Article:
Benicia Mayor Elizabeth Patterson addresses the crowd at an informal vigil Sunday evening in Vallejo’s Unity Plaza. The event was put on in response to a violent white supremacist rally in Charlottesville, Va. over the weekend that resulted in – among other things – a car being intentionally driven into a crowd of protesters, injuring 19 people and killing 32-year-old legal assistant Heather Heyer. The event was organized by Vallejo Benicia Indivisible and Benicia Indivisible for Justice and also featured speeches by Vallejo Mayor Bob Sampayan and Vallejo Poet Laureate Genea Brice. A moment of silence for Heyer was held at 7 p.m. | Photo courtesy of Vallejo Benicia Indivisible

• From the Vallejo Times-Herald:

Vigil Held in Support of Charlottesville – Vallejoans fill Unity Plaza to stand against bigotry, hate

Vallejo Mayor Bob Sampayan addresses a group of residents during a unity vigil Sunday evening in Vallejo.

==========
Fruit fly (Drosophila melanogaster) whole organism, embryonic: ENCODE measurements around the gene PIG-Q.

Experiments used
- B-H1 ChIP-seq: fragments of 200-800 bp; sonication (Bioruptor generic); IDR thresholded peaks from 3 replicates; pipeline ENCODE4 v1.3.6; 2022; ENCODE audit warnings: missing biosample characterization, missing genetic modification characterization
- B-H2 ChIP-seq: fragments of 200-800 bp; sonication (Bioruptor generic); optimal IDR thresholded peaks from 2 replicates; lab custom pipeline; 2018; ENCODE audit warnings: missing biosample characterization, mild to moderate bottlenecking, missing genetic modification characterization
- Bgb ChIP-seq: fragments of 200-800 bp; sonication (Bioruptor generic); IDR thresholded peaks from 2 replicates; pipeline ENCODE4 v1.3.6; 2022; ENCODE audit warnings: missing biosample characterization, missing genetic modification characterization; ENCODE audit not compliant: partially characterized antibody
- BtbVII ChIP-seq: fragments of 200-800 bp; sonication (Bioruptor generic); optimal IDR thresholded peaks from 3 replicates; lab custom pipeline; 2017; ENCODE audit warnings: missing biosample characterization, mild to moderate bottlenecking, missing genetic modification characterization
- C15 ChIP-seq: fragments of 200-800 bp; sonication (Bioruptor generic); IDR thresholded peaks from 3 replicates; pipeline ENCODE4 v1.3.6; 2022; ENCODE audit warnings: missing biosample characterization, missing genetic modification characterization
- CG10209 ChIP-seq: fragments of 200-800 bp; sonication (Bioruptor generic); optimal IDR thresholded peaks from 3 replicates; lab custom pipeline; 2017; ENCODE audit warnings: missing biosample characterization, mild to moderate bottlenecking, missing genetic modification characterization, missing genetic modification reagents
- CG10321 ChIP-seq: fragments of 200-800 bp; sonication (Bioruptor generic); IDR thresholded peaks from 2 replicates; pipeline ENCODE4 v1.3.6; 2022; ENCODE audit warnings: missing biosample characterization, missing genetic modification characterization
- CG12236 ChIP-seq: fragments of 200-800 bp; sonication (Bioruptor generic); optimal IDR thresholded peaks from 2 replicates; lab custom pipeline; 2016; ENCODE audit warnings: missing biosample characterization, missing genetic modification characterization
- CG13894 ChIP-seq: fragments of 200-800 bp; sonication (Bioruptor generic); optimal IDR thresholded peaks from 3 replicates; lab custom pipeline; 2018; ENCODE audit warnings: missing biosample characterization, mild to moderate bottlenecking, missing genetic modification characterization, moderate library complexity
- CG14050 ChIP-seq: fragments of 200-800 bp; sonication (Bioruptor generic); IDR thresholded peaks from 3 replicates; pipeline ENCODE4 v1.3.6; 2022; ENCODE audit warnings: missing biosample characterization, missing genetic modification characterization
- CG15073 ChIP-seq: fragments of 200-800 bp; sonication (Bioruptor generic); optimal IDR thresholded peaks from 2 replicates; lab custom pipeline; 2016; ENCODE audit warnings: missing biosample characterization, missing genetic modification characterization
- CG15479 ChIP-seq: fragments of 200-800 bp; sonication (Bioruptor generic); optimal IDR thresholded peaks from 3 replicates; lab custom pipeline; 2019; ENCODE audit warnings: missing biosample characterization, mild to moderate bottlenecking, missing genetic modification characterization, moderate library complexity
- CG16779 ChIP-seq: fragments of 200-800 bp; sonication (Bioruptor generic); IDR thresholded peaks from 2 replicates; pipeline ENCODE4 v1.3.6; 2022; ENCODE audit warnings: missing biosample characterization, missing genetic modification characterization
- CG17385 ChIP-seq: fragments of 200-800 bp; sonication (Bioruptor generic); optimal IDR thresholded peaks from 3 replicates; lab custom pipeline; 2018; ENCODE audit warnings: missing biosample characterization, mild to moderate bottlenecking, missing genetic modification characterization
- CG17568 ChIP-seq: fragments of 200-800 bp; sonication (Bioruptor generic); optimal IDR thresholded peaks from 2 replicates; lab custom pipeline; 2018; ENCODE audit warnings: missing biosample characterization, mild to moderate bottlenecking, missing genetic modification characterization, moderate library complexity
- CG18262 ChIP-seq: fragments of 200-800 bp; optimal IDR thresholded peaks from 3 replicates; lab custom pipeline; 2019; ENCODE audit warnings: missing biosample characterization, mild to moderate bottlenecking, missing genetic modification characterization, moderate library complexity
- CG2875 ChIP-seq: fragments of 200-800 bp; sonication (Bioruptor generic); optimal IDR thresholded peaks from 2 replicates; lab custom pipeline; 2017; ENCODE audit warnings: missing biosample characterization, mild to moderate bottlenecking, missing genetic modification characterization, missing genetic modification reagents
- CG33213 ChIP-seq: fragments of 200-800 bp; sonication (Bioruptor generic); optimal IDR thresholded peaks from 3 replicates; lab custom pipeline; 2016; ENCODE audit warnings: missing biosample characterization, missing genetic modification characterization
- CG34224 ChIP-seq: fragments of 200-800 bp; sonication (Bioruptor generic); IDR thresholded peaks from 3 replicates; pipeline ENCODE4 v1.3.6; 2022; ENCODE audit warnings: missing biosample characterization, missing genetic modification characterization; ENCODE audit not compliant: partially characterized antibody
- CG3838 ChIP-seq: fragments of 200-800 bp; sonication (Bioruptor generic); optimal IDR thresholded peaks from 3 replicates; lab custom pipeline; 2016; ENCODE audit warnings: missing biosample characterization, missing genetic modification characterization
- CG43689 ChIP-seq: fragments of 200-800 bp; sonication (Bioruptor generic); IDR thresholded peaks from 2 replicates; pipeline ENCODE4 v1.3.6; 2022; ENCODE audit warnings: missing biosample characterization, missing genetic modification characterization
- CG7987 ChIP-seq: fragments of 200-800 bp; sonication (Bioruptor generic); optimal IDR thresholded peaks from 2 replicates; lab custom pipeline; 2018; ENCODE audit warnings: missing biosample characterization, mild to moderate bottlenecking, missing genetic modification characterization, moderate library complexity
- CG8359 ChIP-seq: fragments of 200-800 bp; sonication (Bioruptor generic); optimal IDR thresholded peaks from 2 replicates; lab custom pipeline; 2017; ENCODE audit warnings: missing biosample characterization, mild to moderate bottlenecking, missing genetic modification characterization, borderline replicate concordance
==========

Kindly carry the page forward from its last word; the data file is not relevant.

Vallejo Mayor Bob Sampayan addresses a group of residents during a unity vigil Sunday evening in Vallejo. | John Glidden — Times-Herald
By John Glidden, 08/13/17, 10:28 PM PDT 

With the classic “We Shall Overcome” as their rallying cry, Vallejoans took to Unity Plaza Sunday night to take on the hate they had seen on their TV screens over the weekend.

About 150 residents sang the legendary civil rights anthem, denouncing the bigotry ­— and violence ­— that led to tragedy Saturday in Charlottesville, Va.

The gathering was in response to the death of Heather Heyer, who was intentionally hit by a car Saturday while she protested a white supremacist rally.